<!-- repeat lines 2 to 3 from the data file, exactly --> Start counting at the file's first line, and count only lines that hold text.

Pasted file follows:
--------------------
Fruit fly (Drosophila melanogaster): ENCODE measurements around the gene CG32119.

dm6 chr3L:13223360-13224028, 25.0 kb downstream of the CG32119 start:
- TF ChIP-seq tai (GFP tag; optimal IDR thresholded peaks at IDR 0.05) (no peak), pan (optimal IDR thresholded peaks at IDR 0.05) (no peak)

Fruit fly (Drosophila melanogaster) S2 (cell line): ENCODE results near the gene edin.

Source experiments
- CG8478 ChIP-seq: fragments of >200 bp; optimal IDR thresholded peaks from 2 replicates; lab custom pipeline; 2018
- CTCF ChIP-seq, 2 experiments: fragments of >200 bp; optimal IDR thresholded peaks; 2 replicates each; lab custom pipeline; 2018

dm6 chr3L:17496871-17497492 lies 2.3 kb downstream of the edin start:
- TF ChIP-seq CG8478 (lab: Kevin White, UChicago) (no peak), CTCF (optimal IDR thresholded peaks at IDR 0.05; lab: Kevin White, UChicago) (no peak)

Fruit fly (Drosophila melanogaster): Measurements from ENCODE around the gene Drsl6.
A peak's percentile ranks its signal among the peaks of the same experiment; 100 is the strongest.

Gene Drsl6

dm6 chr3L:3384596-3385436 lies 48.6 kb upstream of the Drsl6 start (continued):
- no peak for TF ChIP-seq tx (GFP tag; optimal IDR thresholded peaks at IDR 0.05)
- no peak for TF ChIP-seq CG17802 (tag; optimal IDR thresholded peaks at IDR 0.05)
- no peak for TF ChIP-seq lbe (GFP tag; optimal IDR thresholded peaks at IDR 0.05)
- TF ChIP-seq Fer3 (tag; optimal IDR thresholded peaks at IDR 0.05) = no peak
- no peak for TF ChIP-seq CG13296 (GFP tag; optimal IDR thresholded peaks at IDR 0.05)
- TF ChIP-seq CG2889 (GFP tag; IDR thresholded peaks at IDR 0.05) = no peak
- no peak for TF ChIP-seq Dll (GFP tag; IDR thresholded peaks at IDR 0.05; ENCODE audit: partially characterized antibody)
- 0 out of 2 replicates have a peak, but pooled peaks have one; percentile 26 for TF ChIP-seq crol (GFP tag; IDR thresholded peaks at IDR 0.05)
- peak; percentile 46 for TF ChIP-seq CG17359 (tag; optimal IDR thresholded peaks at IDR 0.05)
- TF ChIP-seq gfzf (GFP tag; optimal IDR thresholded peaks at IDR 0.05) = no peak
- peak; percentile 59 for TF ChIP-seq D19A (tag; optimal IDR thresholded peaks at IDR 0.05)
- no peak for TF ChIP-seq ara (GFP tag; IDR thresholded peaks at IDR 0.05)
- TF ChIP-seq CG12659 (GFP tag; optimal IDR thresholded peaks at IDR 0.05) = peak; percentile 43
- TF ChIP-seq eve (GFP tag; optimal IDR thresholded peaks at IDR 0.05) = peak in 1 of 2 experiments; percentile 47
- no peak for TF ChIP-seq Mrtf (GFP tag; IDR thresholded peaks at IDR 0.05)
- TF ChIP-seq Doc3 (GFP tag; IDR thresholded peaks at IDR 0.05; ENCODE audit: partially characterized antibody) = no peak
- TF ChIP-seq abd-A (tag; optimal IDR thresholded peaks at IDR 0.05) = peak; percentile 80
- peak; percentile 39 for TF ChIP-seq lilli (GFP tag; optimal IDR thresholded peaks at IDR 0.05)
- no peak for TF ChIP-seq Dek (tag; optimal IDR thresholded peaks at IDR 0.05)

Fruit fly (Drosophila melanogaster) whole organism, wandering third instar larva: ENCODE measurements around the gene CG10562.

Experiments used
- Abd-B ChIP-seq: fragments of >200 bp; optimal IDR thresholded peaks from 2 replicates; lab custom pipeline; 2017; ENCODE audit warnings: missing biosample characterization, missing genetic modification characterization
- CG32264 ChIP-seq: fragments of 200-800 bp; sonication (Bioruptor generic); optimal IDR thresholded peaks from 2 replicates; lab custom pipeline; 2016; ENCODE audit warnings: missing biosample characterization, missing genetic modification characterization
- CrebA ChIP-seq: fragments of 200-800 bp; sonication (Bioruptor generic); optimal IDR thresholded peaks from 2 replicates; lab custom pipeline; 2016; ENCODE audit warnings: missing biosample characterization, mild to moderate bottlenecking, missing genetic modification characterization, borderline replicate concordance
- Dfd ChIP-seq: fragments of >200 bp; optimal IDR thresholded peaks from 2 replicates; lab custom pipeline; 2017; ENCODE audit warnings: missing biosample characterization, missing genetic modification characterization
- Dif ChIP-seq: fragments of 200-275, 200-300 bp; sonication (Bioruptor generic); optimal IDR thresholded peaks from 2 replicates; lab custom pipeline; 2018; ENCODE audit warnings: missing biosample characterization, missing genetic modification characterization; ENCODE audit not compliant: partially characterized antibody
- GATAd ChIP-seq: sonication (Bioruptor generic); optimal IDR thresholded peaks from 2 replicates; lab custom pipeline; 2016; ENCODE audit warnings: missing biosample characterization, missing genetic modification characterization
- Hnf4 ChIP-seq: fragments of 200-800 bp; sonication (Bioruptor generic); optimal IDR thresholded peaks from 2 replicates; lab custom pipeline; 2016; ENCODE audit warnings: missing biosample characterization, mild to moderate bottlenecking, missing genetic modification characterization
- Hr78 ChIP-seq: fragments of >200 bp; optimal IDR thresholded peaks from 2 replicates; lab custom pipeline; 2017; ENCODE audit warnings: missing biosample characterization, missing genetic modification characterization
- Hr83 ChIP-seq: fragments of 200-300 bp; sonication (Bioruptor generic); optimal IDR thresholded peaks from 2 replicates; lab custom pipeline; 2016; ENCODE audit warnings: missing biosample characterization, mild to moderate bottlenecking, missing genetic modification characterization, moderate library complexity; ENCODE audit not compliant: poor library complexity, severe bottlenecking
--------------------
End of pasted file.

dm6 chr3L:13223360-13224028, 25.0 kb downstream of the CG32119 start:
- TF ChIP-seq tai (GFP tag; optimal IDR thresholded peaks at IDR 0.05) (no peak), pan (optimal IDR thresholded peaks at IDR 0.05) (no peak)